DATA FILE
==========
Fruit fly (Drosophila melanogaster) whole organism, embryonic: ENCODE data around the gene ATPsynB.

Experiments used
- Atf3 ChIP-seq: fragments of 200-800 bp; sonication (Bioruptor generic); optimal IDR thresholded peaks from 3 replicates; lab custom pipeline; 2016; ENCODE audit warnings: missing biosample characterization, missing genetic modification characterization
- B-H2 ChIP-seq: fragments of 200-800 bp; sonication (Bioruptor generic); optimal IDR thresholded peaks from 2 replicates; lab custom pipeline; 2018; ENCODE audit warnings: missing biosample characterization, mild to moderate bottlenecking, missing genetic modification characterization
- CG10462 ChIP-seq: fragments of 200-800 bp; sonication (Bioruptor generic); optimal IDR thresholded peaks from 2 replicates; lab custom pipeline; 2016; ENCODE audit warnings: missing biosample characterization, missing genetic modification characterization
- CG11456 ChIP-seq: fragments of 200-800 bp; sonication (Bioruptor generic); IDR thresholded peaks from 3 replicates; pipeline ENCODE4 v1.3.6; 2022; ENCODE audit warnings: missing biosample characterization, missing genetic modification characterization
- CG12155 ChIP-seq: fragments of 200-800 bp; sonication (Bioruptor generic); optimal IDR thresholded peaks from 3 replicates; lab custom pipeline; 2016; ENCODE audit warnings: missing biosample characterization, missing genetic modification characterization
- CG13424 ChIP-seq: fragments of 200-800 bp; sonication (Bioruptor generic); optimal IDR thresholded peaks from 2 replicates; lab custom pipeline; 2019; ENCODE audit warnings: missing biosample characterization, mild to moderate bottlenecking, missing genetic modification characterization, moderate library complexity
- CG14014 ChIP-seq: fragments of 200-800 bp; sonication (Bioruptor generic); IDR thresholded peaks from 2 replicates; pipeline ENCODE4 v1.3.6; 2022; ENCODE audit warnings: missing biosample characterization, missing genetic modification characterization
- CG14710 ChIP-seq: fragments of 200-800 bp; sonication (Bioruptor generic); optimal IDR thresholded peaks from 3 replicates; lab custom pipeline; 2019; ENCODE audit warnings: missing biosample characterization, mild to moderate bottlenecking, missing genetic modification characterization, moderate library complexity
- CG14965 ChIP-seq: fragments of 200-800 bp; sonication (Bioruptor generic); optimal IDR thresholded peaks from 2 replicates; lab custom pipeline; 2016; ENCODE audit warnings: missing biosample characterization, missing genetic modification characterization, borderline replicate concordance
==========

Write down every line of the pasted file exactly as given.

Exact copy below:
Fruit fly (Drosophila melanogaster) whole organism, embryonic: ENCODE data around the gene ATPsynB.

Experiments used
- Atf3 ChIP-seq: fragments of 200-800 bp; sonication (Bioruptor generic); optimal IDR thresholded peaks from 3 replicates; lab custom pipeline; 2016; ENCODE audit warnings: missing biosample characterization, missing genetic modification characterization
- B-H2 ChIP-seq: fragments of 200-800 bp; sonication (Bioruptor generic); optimal IDR thresholded peaks from 2 replicates; lab custom pipeline; 2018; ENCODE audit warnings: missing biosample characterization, mild to moderate bottlenecking, missing genetic modification characterization
- CG10462 ChIP-seq: fragments of 200-800 bp; sonication (Bioruptor generic); optimal IDR thresholded peaks from 2 replicates; lab custom pipeline; 2016; ENCODE audit warnings: missing biosample characterization, missing genetic modification characterization
- CG11456 ChIP-seq: fragments of 200-800 bp; sonication (Bioruptor generic); IDR thresholded peaks from 3 replicates; pipeline ENCODE4 v1.3.6; 2022; ENCODE audit warnings: missing biosample characterization, missing genetic modification characterization
- CG12155 ChIP-seq: fragments of 200-800 bp; sonication (Bioruptor generic); optimal IDR thresholded peaks from 3 replicates; lab custom pipeline; 2016; ENCODE audit warnings: missing biosample characterization, missing genetic modification characterization
- CG13424 ChIP-seq: fragments of 200-800 bp; sonication (Bioruptor generic); optimal IDR thresholded peaks from 2 replicates; lab custom pipeline; 2019; ENCODE audit warnings: missing biosample characterization, mild to moderate bottlenecking, missing genetic modification characterization, moderate library complexity
- CG14014 ChIP-seq: fragments of 200-800 bp; sonication (Bioruptor generic); IDR thresholded peaks from 2 replicates; pipeline ENCODE4 v1.3.6; 2022; ENCODE audit warnings: missing biosample characterization, missing genetic modification characterization
- CG14710 ChIP-seq: fragments of 200-800 bp; sonication (Bioruptor generic); optimal IDR thresholded peaks from 3 replicates; lab custom pipeline; 2019; ENCODE audit warnings: missing biosample characterization, mild to moderate bottlenecking, missing genetic modification characterization, moderate library complexity
- CG14965 ChIP-seq: fragments of 200-800 bp; sonication (Bioruptor generic); optimal IDR thresholded peaks from 2 replicates; lab custom pipeline; 2016; ENCODE audit warnings: missing biosample characterization, missing genetic modification characterization, borderline replicate concordance